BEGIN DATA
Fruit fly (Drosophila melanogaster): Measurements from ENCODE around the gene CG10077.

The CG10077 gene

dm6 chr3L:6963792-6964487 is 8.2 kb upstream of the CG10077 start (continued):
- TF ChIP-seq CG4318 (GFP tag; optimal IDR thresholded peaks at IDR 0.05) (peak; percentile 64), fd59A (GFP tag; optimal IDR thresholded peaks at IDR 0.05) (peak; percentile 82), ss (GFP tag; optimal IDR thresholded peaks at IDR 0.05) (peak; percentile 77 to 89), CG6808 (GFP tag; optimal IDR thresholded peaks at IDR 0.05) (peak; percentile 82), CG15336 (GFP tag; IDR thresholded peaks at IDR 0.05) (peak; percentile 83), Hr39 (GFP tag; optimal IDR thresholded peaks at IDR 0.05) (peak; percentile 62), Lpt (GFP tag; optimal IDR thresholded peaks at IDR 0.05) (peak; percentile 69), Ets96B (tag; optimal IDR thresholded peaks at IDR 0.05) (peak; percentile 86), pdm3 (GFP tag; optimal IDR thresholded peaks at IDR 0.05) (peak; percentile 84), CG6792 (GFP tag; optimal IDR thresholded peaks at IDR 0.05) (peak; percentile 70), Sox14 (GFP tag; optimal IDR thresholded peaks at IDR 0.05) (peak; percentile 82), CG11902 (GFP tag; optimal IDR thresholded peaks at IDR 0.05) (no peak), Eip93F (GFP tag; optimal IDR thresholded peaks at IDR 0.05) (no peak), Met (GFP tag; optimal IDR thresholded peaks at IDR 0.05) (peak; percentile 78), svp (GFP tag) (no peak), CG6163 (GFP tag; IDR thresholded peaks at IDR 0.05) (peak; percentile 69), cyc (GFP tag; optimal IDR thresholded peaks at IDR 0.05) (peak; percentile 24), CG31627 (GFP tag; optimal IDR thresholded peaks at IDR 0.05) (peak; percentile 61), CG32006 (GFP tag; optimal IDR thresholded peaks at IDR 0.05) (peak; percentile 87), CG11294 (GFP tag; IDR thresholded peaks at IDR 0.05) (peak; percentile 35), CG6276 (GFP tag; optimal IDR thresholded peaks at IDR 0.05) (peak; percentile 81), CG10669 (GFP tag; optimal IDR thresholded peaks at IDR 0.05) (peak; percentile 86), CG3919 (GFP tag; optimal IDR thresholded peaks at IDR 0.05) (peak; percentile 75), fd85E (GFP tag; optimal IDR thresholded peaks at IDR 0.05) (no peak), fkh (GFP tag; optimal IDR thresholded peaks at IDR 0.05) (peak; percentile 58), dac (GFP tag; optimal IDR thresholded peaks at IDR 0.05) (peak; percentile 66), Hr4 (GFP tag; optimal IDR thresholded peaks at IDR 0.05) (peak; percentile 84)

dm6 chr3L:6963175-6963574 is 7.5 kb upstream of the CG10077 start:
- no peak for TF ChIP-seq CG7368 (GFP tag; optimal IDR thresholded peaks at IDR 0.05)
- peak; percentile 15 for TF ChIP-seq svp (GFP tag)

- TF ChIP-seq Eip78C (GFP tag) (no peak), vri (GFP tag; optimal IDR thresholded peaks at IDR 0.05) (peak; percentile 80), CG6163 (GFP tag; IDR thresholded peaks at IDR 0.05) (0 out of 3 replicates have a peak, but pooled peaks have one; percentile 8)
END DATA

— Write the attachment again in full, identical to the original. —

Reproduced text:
Fruit fly (Drosophila melanogaster): Measurements from ENCODE around the gene CG10077.

The CG10077 gene

dm6 chr3L:6963792-6964487 is 8.2 kb upstream of the CG10077 start (continued):
- TF ChIP-seq CG4318 (GFP tag; optimal IDR thresholded peaks at IDR 0.05) (peak; percentile 64), fd59A (GFP tag; optimal IDR thresholded peaks at IDR 0.05) (peak; percentile 82), ss (GFP tag; optimal IDR thresholded peaks at IDR 0.05) (peak; percentile 77 to 89), CG6808 (GFP tag; optimal IDR thresholded peaks at IDR 0.05) (peak; percentile 82), CG15336 (GFP tag; IDR thresholded peaks at IDR 0.05) (peak; percentile 83), Hr39 (GFP tag; optimal IDR thresholded peaks at IDR 0.05) (peak; percentile 62), Lpt (GFP tag; optimal IDR thresholded peaks at IDR 0.05) (peak; percentile 69), Ets96B (tag; optimal IDR thresholded peaks at IDR 0.05) (peak; percentile 86), pdm3 (GFP tag; optimal IDR thresholded peaks at IDR 0.05) (peak; percentile 84), CG6792 (GFP tag; optimal IDR thresholded peaks at IDR 0.05) (peak; percentile 70), Sox14 (GFP tag; optimal IDR thresholded peaks at IDR 0.05) (peak; percentile 82), CG11902 (GFP tag; optimal IDR thresholded peaks at IDR 0.05) (no peak), Eip93F (GFP tag; optimal IDR thresholded peaks at IDR 0.05) (no peak), Met (GFP tag; optimal IDR thresholded peaks at IDR 0.05) (peak; percentile 78), svp (GFP tag) (no peak), CG6163 (GFP tag; IDR thresholded peaks at IDR 0.05) (peak; percentile 69), cyc (GFP tag; optimal IDR thresholded peaks at IDR 0.05) (peak; percentile 24), CG31627 (GFP tag; optimal IDR thresholded peaks at IDR 0.05) (peak; percentile 61), CG32006 (GFP tag; optimal IDR thresholded peaks at IDR 0.05) (peak; percentile 87), CG11294 (GFP tag; IDR thresholded peaks at IDR 0.05) (peak; percentile 35), CG6276 (GFP tag; optimal IDR thresholded peaks at IDR 0.05) (peak; percentile 81), CG10669 (GFP tag; optimal IDR thresholded peaks at IDR 0.05) (peak; percentile 86), CG3919 (GFP tag; optimal IDR thresholded peaks at IDR 0.05) (peak; percentile 75), fd85E (GFP tag; optimal IDR thresholded peaks at IDR 0.05) (no peak), fkh (GFP tag; optimal IDR thresholded peaks at IDR 0.05) (peak; percentile 58), dac (GFP tag; optimal IDR thresholded peaks at IDR 0.05) (peak; percentile 66), Hr4 (GFP tag; optimal IDR thresholded peaks at IDR 0.05) (peak; percentile 84)

dm6 chr3L:6963175-6963574 is 7.5 kb upstream of the CG10077 start:
- no peak for TF ChIP-seq CG7368 (GFP tag; optimal IDR thresholded peaks at IDR 0.05)
- peak; percentile 15 for TF ChIP-seq svp (GFP tag)

- TF ChIP-seq Eip78C (GFP tag) (no peak), vri (GFP tag; optimal IDR thresholded peaks at IDR 0.05) (peak; percentile 80), CG6163 (GFP tag; IDR thresholded peaks at IDR 0.05) (0 out of 3 replicates have a peak, but pooled peaks have one; percentile 8)